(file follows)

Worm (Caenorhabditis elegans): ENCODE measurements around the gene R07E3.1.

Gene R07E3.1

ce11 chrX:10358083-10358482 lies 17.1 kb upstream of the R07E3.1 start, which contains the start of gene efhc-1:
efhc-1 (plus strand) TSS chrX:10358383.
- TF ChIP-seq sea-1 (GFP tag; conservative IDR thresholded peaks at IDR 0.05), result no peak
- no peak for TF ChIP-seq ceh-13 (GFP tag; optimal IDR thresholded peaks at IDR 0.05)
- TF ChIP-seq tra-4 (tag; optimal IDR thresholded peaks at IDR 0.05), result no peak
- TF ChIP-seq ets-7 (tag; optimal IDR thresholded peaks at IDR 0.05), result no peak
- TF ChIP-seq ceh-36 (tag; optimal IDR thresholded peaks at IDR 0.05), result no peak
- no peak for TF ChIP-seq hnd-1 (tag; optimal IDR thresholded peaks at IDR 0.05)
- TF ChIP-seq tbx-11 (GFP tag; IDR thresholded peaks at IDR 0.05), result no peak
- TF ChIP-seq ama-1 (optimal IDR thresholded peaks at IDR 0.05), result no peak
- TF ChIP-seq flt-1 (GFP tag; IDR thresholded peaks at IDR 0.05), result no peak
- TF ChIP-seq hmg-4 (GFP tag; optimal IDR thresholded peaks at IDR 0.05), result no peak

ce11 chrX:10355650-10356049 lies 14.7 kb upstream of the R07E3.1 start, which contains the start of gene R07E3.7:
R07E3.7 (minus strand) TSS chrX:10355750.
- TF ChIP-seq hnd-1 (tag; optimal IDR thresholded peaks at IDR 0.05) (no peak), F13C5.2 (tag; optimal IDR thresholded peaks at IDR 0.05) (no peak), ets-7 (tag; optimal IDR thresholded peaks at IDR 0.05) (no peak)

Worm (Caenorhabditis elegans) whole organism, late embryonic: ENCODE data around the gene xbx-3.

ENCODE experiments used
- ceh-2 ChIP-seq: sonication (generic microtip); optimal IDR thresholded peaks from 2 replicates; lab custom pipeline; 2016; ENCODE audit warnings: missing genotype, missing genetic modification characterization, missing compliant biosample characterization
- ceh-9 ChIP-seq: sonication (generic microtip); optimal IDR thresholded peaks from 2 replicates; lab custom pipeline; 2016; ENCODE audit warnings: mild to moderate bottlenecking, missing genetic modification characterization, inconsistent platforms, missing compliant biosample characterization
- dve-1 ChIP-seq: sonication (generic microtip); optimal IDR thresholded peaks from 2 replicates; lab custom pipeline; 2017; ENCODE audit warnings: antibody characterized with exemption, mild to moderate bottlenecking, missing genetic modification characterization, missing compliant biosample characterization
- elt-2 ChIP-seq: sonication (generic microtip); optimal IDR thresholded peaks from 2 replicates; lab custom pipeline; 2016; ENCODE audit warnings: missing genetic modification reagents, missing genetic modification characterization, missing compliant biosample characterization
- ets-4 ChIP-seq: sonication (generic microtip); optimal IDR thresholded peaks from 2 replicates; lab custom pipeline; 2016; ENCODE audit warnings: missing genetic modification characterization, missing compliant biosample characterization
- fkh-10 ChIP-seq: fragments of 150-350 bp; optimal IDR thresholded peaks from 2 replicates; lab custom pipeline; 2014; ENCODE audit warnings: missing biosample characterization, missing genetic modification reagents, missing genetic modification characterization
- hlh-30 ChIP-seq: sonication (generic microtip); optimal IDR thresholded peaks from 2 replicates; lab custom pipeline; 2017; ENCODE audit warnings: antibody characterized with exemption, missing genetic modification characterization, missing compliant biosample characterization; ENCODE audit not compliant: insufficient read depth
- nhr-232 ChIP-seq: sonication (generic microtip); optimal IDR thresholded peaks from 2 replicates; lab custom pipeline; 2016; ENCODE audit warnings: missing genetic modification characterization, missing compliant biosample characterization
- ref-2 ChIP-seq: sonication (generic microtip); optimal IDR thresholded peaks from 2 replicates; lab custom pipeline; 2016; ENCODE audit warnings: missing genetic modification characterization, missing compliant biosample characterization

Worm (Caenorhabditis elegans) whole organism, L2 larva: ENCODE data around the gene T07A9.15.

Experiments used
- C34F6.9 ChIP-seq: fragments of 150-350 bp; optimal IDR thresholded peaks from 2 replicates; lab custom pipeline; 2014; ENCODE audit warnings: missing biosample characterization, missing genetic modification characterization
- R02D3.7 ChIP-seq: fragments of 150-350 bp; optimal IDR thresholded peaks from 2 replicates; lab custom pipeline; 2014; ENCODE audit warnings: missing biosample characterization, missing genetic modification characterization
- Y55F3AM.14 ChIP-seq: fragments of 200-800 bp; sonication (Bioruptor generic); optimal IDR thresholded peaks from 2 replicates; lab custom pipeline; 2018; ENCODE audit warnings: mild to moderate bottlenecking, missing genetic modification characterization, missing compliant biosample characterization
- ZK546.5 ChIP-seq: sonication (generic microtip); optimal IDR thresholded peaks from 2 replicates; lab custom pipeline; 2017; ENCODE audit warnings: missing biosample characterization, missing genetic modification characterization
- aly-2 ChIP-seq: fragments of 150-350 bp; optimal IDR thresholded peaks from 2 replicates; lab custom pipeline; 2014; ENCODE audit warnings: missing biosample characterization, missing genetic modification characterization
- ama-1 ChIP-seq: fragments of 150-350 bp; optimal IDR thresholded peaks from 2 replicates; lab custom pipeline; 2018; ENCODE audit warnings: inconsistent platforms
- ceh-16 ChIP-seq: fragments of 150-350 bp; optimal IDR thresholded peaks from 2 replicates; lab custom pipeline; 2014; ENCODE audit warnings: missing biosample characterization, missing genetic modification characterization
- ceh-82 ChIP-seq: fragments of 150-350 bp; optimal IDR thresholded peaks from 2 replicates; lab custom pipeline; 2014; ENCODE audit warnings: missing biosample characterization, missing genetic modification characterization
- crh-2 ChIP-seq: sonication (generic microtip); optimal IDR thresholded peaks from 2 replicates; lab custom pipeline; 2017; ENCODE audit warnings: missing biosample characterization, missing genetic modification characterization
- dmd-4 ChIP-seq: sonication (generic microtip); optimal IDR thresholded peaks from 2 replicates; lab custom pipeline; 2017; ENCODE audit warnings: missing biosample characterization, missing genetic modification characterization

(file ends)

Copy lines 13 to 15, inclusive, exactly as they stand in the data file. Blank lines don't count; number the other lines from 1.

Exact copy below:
- TF ChIP-seq flt-1 (GFP tag; IDR thresholded peaks at IDR 0.05), result no peak
- TF ChIP-seq hmg-4 (GFP tag; optimal IDR thresholded peaks at IDR 0.05), result no peak

ce11 chrX:10355650-10356049 lies 14.7 kb upstream of the R07E3.1 start, which contains the start of gene R07E3.7: